In May of 1969, as the women’s movement was gaining momentum, a group of women in Boston met during a “female liberation conference” at Emmanuel College. In a workshop titled “Women and Their Bodies,” they shared their experiences with doctors and their frustration at how little they knew about how their bodies worked.
The discussions were so provocative and fulfilling that they formed the Doctor’s Group, the forerunner to the Boston Women’s Health Book Collective, to find out more about their bodies, their lives, their sexuality and relationships, and to talk with each other about what they learned. They decided to put their knowledge into an accessible format that could be shared and would serve as a model for women to learn about themselves, communicate their findings with doctors, and challenge the medical establishment to change and improve the care that women receive.
The book was revolutionary for its frank talk about sexuality and abortion, which was then illegal. The cost: 75 cents.
In 1971, they changed the title to Our Bodies, Ourselves to emphasize women taking full ownership of their bodies. The book quickly became an underground success, selling 225,000 copies, mainly by word-of-mouth. The cost this time around: 30 cents.
In 1972, after strenuous debate, the group of founding authors decided to publish with a mainstream publisher in order to reach a wider audience. They formally incorporated as the Boston Women’s Health Book Collective and negotiated a contract with Simon & Schuster that included a 70 percent clinic discount for low-income women and provision for a U.S. Spanish translation.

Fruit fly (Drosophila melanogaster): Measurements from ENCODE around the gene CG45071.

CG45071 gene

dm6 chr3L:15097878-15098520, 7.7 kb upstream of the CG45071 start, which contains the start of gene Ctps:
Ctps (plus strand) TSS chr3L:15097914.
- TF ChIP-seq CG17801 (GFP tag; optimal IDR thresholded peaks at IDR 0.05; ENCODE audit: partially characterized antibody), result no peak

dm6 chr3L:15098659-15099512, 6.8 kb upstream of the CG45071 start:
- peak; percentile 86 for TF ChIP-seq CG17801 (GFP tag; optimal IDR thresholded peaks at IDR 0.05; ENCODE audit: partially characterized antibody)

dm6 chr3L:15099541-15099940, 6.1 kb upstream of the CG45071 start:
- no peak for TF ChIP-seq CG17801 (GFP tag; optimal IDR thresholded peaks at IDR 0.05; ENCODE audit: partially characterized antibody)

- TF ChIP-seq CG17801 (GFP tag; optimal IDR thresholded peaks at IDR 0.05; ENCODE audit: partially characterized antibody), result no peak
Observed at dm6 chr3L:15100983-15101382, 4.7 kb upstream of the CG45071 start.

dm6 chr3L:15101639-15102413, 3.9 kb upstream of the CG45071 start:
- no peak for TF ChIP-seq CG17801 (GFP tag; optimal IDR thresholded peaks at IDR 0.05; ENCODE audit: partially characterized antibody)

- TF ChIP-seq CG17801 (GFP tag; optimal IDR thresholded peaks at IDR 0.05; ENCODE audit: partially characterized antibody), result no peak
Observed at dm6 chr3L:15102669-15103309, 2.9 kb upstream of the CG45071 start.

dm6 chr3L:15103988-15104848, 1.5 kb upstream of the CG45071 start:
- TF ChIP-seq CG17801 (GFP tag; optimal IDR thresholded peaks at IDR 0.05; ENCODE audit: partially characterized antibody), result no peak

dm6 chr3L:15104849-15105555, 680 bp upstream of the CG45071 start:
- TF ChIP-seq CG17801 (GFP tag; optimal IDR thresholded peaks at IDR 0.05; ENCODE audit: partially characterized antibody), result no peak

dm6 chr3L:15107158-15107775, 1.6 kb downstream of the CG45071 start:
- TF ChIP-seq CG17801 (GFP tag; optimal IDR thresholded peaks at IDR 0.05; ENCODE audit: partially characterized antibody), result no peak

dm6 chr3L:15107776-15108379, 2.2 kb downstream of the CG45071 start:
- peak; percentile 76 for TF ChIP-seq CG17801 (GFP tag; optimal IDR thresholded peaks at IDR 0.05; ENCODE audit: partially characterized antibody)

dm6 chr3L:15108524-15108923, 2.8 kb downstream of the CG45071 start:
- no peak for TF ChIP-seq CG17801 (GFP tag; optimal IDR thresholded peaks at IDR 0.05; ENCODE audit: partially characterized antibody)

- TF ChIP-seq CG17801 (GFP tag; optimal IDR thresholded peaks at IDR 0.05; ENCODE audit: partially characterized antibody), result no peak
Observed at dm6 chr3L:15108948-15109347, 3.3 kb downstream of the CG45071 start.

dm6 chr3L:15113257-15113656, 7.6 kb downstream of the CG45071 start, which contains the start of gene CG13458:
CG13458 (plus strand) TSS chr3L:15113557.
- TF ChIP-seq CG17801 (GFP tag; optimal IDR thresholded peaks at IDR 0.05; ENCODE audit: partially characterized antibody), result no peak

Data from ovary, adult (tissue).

The first commercial, expanded edition of Our Bodies, Ourselves was published in 1973. The preface and the first chapter, “Our Changing Sense of Self,” are available online.
The book has sold millions of copies and received numerous honors. Library Journal named the 2011 edition one of the best consumer health books of the year. Also in 2011, Time magazine recognized Our Bodies, Ourselves as one of the best 100 nonfiction books (in English) since the founding of Time in 1923. In 2012, the Library of Congress included the original Our Bodies, Ourselves in the exhibit Books That Shaped America, a collection of 88 nonfiction and fiction titles “intended to spark a national conversation on books written by Americans that have influenced our lives.”
In April 2018, the board, founders and staff of Our Bodies Ourselves came to the difficult conclusion that OBOS no longer had the resources to continue paying staff to develop health information and collaborate on translations and adaptations with our global partners. Over the spring and summer of 2018, OBOS transitioned to a volunteer-led 501(c)3 and scaled back our core work to two primary activities: advocating for women’s health and social justice and providing limited technical support to OBOS’s global partners.
That same year, Our Bodies Ourselves began a partnership with Suffolk University’s Center for Women’s Health and Human Rights to develop Our Bodies Ourselves Today, a new online platform that features updated, curated, and inclusive information about the health and sexuality of women and gender-expansive people. In 2022, the groups launched a joint website that features the best of the “old” Our Bodies Ourselves as well as extensive new health content.
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